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Background: Stroke is an important worldwide public health problem. Lack of knowledge in prevention methods, warning symptoms and planned response of acute stroke are associated with a longer prehospital time, which affect the morbidity and mortality of patients.
Objective: The primary objective was to assess knowledge of stroke prevention methods and warning symptoms among patients living with diabetes and/or hypertension. The secondary objectives were to define planned responses when suspecting acute stroke, and identify associated factors with stroke knowledge scores and planned responses.
Materials and Methods: A cross-sectional study was conducted in patients living with diabetes and/or hypertension, who had continuous follow up at the primary care unit of Songklanagarind Hospital. The outcomes of this study were assessed by a questionnaire, which was developed from a literature review.
Results: This study included 312 participants. Median age was 64.0 years (Q1, Q3 = 58.0, 71.0), and 59.6% were female. Median score of knowledge of stroke prevention methods were 9, from 12 points (Q1, Q3 = 8, 10), and warning symptoms were 7, from 10 points (Q1, Q3 = 6, 8); with 80.1% of them knowing all 3 warning symptoms, according to the acronym FAST. Only 22.8% of participants would go to the hospital immediately, by calling an ambulance when they experienced symptoms of a suspected acute stroke. Participants who had income had statistically significant higher knowledge of stroke prevention methods; while participants under 60 years of age, who had a longer duration of diagnosed diabetes mellitus were associated with appropriate planned responses when suspecting acute stroke.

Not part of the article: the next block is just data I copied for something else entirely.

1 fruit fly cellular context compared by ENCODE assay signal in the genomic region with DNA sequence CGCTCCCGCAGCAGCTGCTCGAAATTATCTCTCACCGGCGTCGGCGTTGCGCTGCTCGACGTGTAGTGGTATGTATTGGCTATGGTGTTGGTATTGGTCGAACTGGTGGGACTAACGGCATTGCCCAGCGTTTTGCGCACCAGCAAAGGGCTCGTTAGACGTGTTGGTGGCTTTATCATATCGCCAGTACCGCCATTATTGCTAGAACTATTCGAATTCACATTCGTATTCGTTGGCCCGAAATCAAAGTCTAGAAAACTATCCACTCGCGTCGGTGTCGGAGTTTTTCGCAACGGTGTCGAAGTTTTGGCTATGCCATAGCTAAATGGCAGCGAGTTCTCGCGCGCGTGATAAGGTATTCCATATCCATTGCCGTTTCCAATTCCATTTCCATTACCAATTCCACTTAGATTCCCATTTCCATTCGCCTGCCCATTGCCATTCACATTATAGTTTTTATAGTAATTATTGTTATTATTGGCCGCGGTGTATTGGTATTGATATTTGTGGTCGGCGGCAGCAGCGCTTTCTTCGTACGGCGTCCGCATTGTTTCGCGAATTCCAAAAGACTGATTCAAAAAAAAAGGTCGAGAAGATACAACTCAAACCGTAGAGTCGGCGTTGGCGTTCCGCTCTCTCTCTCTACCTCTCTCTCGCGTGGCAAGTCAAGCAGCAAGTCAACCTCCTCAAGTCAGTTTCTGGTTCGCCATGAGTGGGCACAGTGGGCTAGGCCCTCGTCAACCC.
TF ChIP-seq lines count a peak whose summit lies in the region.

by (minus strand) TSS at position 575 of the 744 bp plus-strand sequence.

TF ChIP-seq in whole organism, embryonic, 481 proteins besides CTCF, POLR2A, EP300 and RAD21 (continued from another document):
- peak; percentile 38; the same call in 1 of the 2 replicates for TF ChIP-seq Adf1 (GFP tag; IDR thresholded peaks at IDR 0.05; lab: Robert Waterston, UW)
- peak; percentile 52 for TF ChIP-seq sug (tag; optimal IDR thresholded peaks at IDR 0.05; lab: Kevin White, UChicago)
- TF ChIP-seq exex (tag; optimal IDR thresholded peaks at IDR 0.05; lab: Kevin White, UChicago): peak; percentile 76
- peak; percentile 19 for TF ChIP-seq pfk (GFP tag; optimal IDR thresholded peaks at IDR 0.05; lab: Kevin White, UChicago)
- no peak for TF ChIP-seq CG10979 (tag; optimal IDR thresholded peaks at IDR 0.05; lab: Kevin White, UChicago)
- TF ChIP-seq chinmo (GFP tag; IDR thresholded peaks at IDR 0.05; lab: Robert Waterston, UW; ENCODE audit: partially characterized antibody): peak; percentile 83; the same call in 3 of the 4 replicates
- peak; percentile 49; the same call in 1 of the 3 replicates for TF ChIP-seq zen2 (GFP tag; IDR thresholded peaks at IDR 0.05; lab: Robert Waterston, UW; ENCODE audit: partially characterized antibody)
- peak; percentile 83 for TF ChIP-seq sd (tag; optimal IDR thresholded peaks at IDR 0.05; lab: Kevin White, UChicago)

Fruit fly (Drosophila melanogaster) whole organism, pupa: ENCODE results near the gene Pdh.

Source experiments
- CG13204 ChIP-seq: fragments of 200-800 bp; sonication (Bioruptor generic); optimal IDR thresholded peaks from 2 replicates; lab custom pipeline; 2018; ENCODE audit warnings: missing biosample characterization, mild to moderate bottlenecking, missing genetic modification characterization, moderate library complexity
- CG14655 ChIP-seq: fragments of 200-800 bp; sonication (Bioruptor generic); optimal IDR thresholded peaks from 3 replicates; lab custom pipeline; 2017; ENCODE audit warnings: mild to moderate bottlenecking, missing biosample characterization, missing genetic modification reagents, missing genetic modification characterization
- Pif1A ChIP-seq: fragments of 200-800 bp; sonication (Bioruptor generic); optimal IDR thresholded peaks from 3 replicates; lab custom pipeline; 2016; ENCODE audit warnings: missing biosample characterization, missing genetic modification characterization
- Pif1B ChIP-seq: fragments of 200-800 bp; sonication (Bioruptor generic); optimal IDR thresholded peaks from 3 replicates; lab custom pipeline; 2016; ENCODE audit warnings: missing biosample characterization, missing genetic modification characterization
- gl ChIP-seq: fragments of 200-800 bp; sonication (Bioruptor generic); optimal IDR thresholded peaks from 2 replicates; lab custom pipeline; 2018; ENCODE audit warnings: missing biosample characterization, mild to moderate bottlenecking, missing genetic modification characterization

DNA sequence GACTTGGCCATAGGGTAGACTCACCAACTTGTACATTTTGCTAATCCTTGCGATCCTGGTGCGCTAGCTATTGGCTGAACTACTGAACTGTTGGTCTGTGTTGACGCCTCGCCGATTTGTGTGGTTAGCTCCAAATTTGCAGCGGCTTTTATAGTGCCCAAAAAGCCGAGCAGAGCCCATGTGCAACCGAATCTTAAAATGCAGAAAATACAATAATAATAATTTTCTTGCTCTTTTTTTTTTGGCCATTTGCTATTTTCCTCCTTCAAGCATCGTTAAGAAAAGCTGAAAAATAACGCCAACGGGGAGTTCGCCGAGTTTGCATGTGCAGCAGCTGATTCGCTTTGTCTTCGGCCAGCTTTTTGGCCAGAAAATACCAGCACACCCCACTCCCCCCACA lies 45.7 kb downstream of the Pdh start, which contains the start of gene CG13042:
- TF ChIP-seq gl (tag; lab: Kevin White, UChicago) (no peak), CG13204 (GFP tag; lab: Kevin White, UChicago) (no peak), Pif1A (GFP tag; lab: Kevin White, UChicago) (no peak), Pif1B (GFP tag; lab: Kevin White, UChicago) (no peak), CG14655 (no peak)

Conclusion: Patients living with diabetes mellitus and hypertension, who are at a high risk for developing cardiovascular diseases, still do not have enough knowledge about acute stroke and had little concern about developing a stroke; especially the elderly and those with a short duration of having been diagnosed with diabetes mellitus.
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